St. Louis Blues Future Is In The Future, Not Quite Yet

PHILADELPHIA, PA - JANUARY 06: Tage Thompson /

Over the past few seasons, the St. Louis Blues have done pretty well at the NHL Draft. However, promise does not automatically mean success.

The St. Louis Blues have drafted pretty well the last few years, despite not having incredibly high picks. St. Louis has done the best with what they could get and the future could be very bright.

However, there are two key parts to that phrase – future and could be. The main part of that is that the future is in the future.

There are many Blues fans wanting the future to be now. The problem is that rushing things can cause just as many problems as it could fix.

With the recent slide of the team down the standings, fans have started clamoring for the future to be now. There is a growing sentiment that the team should bring up as many prospects as they can.

There are several problems with this belief.

Rookies make rookie mistakes

While it is understandable that fans want to see what these guys have, they are not going to be perfect. They are going to make rookie mistakes.

Some would argue that you might as well get those growing pains out of the way in what could be a lost season. That brings up two trains of thought.

Not everyone thinks this season is lost. As awfully as this season has gone lately, the Blues are only a few points out of a playoff spot. If you go on a winning streak of a few games, you’re right back in the thick of things.

You might gain the advantage of youthful exuberance. You might also put guys not ready to handle the pressure in critical situations that might cost them points.

Most fans ask why one playoff round would be worth it. From a financial standpoint for the franchise, one playoff round could be the difference in being in the red or black. Additionally, you get younger guys that seem to be staying with the NHL club like Tage Thompson and Ivan Barbashev more experience in the tough situations.

If you bring up even more untested players, you could get a boost. You also run the risk of being too young and too raw.

Exposing players too young isn’t always good

Call it irrational fear, but handing the keys to the car to young players is not always a good idea. If you have veteran leadership to help them along, it can be a great thing. The Blues would essentially be placing some of these guys in top line positions. That might be too much.

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The Blues have done this in the past. With draft picks and highly touted players ready, they gave the franchise over to David Backes, TJ Oshie, David Perron, Erik Johnson, Patrik Berglund and more. The results were not terrible, but their inability to turn their talent into team success grew old.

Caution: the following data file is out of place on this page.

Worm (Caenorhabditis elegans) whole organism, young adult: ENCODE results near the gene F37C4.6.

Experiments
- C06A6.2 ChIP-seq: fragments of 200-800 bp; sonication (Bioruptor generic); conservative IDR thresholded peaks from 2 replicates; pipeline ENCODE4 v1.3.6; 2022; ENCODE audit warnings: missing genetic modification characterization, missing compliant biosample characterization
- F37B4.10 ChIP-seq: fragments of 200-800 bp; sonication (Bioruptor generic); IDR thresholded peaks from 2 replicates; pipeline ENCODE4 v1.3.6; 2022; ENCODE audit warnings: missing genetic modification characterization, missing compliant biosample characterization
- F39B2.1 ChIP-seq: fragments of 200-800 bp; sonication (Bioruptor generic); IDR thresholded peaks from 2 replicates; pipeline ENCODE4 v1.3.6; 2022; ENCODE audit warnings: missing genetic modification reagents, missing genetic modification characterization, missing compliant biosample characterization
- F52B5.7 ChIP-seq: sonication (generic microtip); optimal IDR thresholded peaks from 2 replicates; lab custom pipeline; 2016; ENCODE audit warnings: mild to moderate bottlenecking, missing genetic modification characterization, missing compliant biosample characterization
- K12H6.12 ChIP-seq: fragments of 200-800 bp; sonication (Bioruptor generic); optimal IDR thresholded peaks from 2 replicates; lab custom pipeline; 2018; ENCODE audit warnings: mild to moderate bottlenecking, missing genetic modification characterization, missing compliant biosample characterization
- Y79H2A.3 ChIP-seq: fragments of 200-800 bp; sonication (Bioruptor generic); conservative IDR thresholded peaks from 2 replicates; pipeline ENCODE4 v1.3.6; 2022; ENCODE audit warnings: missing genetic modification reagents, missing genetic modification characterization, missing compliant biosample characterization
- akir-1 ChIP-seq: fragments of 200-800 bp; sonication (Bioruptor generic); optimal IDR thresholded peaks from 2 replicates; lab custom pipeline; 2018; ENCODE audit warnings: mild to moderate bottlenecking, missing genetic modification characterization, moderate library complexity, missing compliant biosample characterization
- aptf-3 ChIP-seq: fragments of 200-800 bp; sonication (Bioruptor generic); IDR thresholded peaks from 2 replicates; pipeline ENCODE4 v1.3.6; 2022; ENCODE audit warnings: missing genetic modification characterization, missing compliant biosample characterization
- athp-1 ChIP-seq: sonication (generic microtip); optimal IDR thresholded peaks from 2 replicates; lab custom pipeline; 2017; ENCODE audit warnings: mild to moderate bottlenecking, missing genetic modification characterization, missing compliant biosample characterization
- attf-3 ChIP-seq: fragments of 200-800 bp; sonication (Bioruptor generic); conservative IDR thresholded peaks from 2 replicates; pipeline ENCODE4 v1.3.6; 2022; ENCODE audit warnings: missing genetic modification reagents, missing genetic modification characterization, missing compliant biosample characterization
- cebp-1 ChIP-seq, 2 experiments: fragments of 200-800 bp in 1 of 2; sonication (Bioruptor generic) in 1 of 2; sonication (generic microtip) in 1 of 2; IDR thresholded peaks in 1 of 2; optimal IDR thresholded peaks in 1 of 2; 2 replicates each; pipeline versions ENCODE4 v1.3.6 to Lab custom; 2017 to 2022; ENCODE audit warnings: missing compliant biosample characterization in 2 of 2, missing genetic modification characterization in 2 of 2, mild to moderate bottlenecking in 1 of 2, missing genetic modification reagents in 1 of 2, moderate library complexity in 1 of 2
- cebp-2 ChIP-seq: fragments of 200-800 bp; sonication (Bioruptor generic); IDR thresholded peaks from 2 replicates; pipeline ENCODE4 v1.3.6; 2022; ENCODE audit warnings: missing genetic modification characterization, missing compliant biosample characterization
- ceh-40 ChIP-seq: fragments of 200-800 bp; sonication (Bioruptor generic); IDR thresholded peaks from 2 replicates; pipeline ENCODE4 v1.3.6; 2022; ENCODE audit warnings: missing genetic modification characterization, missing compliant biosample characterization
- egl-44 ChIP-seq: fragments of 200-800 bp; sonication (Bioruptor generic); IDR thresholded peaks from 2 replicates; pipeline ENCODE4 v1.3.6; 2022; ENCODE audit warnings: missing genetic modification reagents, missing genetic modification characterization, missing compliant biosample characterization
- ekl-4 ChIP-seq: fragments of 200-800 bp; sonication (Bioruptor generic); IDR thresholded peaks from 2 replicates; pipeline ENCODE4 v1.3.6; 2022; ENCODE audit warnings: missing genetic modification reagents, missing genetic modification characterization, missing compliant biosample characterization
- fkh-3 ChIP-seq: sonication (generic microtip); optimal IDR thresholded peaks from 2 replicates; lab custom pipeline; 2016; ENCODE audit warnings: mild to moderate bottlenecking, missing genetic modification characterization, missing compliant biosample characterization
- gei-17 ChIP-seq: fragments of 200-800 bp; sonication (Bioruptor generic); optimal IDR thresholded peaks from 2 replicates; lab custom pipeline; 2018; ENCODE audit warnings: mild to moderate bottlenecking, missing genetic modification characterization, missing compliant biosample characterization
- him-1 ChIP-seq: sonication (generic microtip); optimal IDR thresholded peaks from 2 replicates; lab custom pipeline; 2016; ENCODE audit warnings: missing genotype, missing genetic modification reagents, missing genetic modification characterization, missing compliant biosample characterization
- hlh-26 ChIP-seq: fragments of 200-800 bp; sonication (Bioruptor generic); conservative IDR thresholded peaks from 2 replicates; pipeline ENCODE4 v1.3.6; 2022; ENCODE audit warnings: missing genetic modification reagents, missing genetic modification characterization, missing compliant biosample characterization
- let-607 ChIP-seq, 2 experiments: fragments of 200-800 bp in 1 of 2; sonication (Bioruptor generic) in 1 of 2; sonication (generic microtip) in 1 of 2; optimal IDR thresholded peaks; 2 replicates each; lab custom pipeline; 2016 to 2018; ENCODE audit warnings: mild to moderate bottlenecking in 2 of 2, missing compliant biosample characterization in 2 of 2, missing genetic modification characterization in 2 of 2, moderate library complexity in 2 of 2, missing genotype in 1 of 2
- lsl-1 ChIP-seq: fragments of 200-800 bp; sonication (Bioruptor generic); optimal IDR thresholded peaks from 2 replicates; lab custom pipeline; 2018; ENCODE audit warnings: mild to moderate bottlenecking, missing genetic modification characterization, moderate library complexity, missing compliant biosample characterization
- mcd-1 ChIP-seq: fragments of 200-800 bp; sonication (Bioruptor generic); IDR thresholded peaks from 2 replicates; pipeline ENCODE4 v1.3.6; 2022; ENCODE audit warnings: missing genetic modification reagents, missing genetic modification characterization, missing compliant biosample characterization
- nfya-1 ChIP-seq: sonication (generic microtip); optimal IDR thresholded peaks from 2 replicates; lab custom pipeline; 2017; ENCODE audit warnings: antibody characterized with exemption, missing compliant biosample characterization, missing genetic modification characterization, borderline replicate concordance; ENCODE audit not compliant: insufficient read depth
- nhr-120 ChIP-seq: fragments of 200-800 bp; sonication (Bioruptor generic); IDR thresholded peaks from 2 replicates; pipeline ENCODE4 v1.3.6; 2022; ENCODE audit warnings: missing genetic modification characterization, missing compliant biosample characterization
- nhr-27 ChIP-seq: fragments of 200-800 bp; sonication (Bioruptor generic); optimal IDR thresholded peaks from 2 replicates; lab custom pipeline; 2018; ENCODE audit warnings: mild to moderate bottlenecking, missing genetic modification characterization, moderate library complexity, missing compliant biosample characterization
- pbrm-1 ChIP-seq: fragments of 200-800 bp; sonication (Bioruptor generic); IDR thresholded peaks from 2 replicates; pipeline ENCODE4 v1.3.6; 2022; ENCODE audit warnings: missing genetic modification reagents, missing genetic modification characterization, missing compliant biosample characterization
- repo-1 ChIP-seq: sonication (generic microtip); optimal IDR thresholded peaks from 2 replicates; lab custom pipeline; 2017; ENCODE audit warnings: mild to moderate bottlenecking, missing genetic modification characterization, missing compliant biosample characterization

The players had chance after chance and all we heard was about messages getting stale and new voices being needed. Those players slowly got shipped out, but now the same cycle seems to be happening.

The Blues got good years and decent production out of all those guys and they became fan favorites. The flip side is that without any veterans to really help them along, they never got over the hump. If we do the same thing again, we run the risk of setting this team back another decade.

There are enough guys on the current team that would be massaging the younger players along, but putting them in the pressure cooker of a playoff race is still different. You don’t want to stunt their growth before it even starts.

On top of that, you don’t always get good production from young guys. For every Sydney Crosby, there are ten guys that did not hit their stride until they played a handful of seasons.

In the case of someone like Klim Kostin, he has not shot out of the gate like fans hoped. He is finally acclimating to the AHL. Thrusting him into the NHL suddenly might set him back as opposed to pushing him forward.

Is it worth it for each individual player

The problem with prospects is there are so many variables that actually go into account with potentially playing them.

One of the biggest issues is the potential of losing a year on their contract. In baseball the situation is simpler. For example, Kris Bryant got an extra year on his rookie deal because the Cubs kept him out of the majors for so many days.

The NHL has similar rules, though they are more complicated. Basically, if a player fits a certain profile, they can only play 10 games in the NHL before they lose the ability to have their contract automatically extended. It is called an Entry Level Slide.

This is the explanation from Cap Friendly:

"For example, if a player signed an ELC for three seasons from 2015-16 to 2017-2018, and their contract slides, their contract is now effective from 2016-17 to 2018-19. An exception to this rule is that if the player is 19 on September 15 of the first year of their contract, and turns 20 between September 16 and December 31, their contract does not slide."

I’m no expert on this part, but I’m almost certain Jordan Kyrou and Robert Thomas fit this category. Are we sure the Blues should give up a year of flexibility and player control simply so these guys can get their feet wet in the NHL now?

If the season is lost, you gain them nothing in terms of playoff experience. You also lose a potential year on the back end of their contract for a handful of games.

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The truth is, it just is not worth it. We are all excited to see these guys wear the Note. Their potential could be what the doctor ordered, possibly as early as next season in a few cases.

However, bringing anyone that is not currently in the AHL up would be a waste.

It is extremely hard to be patient at a time like this. For now, that is what we fans must do. We cannot forsake the future for the sake of the now when it would not likely change any outcome.